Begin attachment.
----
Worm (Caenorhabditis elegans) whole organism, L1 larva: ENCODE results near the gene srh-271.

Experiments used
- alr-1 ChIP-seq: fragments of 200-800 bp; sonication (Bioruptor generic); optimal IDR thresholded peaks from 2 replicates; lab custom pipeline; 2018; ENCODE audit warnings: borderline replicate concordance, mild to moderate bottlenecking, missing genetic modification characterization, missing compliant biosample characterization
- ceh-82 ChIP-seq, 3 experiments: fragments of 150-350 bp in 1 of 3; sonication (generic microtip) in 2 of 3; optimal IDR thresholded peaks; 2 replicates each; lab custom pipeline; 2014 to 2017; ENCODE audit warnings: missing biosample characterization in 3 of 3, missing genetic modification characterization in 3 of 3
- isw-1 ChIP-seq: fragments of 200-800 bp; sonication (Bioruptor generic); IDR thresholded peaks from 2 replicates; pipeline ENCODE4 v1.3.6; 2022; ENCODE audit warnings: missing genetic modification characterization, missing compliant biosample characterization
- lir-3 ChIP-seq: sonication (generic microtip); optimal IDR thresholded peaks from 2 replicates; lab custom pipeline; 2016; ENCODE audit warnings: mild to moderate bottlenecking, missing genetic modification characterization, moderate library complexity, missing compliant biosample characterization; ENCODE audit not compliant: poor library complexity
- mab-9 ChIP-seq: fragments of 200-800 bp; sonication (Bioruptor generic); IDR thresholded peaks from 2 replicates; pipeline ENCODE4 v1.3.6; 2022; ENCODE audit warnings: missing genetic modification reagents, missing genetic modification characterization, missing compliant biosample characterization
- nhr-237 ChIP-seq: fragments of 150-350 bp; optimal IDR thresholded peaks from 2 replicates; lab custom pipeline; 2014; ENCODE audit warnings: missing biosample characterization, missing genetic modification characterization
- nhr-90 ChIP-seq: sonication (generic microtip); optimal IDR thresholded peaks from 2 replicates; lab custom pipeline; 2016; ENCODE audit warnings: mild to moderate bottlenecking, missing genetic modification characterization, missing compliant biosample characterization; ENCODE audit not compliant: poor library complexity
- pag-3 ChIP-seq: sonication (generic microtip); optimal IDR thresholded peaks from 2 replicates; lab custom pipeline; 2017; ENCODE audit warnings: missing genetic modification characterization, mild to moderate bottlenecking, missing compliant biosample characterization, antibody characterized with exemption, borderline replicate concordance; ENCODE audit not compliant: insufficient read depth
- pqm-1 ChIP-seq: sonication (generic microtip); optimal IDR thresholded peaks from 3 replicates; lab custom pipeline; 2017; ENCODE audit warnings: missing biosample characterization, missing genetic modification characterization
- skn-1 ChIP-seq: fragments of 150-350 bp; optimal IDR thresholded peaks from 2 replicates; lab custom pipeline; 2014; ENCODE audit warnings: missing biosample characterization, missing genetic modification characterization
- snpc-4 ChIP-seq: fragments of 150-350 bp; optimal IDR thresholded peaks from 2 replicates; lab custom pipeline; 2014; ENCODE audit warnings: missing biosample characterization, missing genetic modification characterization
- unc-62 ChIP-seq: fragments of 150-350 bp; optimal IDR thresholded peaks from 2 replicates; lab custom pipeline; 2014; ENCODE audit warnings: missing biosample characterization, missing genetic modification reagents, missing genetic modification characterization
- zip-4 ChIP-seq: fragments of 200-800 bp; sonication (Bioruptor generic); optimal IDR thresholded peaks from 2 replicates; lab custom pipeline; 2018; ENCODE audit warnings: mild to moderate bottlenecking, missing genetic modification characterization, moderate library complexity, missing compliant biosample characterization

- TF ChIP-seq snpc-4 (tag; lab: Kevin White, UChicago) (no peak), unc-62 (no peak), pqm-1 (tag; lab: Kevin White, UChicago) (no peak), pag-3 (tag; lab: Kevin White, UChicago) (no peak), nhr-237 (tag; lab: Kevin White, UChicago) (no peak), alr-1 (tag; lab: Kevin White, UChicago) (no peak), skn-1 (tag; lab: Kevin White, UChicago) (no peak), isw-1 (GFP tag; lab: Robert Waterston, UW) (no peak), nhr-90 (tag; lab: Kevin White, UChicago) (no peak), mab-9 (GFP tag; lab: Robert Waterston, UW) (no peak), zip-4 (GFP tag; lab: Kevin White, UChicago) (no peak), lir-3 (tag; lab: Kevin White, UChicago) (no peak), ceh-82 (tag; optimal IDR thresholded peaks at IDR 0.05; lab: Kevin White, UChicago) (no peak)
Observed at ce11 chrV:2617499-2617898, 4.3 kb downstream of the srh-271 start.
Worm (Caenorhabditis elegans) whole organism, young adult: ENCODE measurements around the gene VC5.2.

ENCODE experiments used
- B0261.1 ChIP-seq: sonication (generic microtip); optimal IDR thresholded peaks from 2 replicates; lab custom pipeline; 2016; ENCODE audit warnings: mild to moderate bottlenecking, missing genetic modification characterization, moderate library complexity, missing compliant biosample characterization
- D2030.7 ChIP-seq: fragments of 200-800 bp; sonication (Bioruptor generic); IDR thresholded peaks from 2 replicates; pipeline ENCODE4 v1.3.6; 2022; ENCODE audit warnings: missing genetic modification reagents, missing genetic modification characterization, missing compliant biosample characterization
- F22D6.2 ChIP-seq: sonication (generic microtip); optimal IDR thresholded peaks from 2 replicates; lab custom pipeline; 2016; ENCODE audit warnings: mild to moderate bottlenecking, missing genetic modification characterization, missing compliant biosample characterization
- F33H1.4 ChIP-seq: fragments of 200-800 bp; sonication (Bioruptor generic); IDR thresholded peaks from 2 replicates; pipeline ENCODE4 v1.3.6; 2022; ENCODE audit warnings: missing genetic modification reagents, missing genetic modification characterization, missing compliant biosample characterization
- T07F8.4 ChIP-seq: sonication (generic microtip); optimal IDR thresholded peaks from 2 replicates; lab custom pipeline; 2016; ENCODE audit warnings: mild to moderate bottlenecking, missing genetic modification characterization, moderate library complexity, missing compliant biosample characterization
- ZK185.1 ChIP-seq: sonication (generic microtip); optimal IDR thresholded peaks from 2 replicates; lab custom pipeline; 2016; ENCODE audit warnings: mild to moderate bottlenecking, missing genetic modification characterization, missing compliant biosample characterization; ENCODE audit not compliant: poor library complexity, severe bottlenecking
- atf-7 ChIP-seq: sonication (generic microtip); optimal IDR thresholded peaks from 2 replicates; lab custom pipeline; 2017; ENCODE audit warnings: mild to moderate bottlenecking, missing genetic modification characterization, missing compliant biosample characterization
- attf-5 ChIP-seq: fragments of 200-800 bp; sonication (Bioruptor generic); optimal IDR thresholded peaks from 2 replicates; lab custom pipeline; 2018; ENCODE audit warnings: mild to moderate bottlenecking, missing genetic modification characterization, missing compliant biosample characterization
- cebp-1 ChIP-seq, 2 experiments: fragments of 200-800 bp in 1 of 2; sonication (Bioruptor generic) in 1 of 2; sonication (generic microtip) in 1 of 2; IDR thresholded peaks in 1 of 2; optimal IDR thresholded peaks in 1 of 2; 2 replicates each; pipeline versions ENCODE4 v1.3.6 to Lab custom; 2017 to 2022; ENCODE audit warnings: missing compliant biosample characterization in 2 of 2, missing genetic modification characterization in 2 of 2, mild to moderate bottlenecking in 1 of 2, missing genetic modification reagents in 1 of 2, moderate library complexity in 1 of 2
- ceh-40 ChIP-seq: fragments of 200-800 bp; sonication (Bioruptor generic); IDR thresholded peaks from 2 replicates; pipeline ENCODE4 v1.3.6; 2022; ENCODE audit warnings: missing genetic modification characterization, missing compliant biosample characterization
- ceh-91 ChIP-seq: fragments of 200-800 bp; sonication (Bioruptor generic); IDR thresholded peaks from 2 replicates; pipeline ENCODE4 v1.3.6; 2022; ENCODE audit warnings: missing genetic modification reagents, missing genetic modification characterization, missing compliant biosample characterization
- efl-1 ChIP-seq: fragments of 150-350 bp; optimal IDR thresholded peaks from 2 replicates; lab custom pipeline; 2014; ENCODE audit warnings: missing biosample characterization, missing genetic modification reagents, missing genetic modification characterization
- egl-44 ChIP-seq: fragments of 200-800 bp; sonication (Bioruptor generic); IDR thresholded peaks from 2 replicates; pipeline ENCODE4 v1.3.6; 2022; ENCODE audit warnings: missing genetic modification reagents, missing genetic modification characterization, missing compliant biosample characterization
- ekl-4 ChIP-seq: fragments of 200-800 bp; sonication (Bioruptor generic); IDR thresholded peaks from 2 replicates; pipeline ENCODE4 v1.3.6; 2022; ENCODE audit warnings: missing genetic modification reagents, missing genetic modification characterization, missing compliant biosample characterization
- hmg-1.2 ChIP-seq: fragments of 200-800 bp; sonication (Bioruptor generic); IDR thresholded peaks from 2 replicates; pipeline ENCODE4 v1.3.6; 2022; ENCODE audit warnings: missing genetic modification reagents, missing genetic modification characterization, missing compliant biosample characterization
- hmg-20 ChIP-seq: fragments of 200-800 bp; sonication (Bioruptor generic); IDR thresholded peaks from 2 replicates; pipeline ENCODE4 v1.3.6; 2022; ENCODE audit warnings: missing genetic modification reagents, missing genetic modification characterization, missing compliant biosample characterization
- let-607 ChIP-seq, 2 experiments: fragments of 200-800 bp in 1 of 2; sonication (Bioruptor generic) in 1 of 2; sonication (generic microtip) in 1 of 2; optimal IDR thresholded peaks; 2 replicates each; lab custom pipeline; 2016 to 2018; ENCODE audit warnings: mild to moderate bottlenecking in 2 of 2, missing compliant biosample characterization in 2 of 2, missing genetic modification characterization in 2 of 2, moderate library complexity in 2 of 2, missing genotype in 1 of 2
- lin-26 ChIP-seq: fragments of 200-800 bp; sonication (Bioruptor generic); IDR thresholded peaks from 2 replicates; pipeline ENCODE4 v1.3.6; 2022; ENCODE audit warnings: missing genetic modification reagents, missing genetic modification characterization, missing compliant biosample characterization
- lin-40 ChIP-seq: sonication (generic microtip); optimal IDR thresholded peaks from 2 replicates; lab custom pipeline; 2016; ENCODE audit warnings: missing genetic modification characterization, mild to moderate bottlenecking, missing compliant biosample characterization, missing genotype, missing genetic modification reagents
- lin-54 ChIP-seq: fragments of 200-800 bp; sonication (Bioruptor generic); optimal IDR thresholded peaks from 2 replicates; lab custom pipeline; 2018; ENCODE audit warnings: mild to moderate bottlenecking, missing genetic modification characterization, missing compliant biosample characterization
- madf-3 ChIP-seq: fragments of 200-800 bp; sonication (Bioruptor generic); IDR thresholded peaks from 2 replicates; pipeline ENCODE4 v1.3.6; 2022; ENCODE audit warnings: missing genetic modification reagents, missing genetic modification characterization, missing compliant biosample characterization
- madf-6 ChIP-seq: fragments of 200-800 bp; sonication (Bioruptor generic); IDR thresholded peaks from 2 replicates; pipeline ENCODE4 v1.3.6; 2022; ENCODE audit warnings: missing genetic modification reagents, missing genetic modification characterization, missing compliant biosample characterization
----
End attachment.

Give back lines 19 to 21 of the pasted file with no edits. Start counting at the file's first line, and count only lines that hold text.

ENCODE experiments used
- B0261.1 ChIP-seq: sonication (generic microtip); optimal IDR thresholded peaks from 2 replicates; lab custom pipeline; 2016; ENCODE audit warnings: mild to moderate bottlenecking, missing genetic modification characterization, moderate library complexity, missing compliant biosample characterization
- D2030.7 ChIP-seq: fragments of 200-800 bp; sonication (Bioruptor generic); IDR thresholded peaks from 2 replicates; pipeline ENCODE4 v1.3.6; 2022; ENCODE audit warnings: missing genetic modification reagents, missing genetic modification characterization, missing compliant biosample characterization